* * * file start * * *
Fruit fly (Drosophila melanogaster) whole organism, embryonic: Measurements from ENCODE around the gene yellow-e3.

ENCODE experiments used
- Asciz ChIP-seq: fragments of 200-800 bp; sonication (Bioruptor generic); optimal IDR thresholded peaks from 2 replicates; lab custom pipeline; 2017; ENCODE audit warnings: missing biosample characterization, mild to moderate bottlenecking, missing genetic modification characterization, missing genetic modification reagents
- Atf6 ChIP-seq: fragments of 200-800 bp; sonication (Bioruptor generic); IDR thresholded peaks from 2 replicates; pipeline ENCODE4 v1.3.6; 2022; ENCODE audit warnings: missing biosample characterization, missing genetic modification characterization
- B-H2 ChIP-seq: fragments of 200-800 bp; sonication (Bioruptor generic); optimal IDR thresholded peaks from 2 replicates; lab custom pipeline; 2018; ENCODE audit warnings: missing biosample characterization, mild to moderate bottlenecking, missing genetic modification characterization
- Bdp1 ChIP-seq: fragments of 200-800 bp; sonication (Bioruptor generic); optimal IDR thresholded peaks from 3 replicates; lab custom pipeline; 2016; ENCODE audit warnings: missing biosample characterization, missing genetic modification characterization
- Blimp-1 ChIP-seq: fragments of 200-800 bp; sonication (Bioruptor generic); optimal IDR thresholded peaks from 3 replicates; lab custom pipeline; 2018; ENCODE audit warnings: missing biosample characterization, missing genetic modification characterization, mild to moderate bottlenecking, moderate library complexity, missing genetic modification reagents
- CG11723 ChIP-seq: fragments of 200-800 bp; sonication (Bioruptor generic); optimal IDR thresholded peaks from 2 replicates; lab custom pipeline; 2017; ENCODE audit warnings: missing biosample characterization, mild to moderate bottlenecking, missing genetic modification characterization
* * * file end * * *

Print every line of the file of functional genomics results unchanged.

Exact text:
Fruit fly (Drosophila melanogaster) whole organism, embryonic: Measurements from ENCODE around the gene yellow-e3.

ENCODE experiments used
- Asciz ChIP-seq: fragments of 200-800 bp; sonication (Bioruptor generic); optimal IDR thresholded peaks from 2 replicates; lab custom pipeline; 2017; ENCODE audit warnings: missing biosample characterization, mild to moderate bottlenecking, missing genetic modification characterization, missing genetic modification reagents
- Atf6 ChIP-seq: fragments of 200-800 bp; sonication (Bioruptor generic); IDR thresholded peaks from 2 replicates; pipeline ENCODE4 v1.3.6; 2022; ENCODE audit warnings: missing biosample characterization, missing genetic modification characterization
- B-H2 ChIP-seq: fragments of 200-800 bp; sonication (Bioruptor generic); optimal IDR thresholded peaks from 2 replicates; lab custom pipeline; 2018; ENCODE audit warnings: missing biosample characterization, mild to moderate bottlenecking, missing genetic modification characterization
- Bdp1 ChIP-seq: fragments of 200-800 bp; sonication (Bioruptor generic); optimal IDR thresholded peaks from 3 replicates; lab custom pipeline; 2016; ENCODE audit warnings: missing biosample characterization, missing genetic modification characterization
- Blimp-1 ChIP-seq: fragments of 200-800 bp; sonication (Bioruptor generic); optimal IDR thresholded peaks from 3 replicates; lab custom pipeline; 2018; ENCODE audit warnings: missing biosample characterization, missing genetic modification characterization, mild to moderate bottlenecking, moderate library complexity, missing genetic modification reagents
- CG11723 ChIP-seq: fragments of 200-800 bp; sonication (Bioruptor generic); optimal IDR thresholded peaks from 2 replicates; lab custom pipeline; 2017; ENCODE audit warnings: missing biosample characterization, mild to moderate bottlenecking, missing genetic modification characterization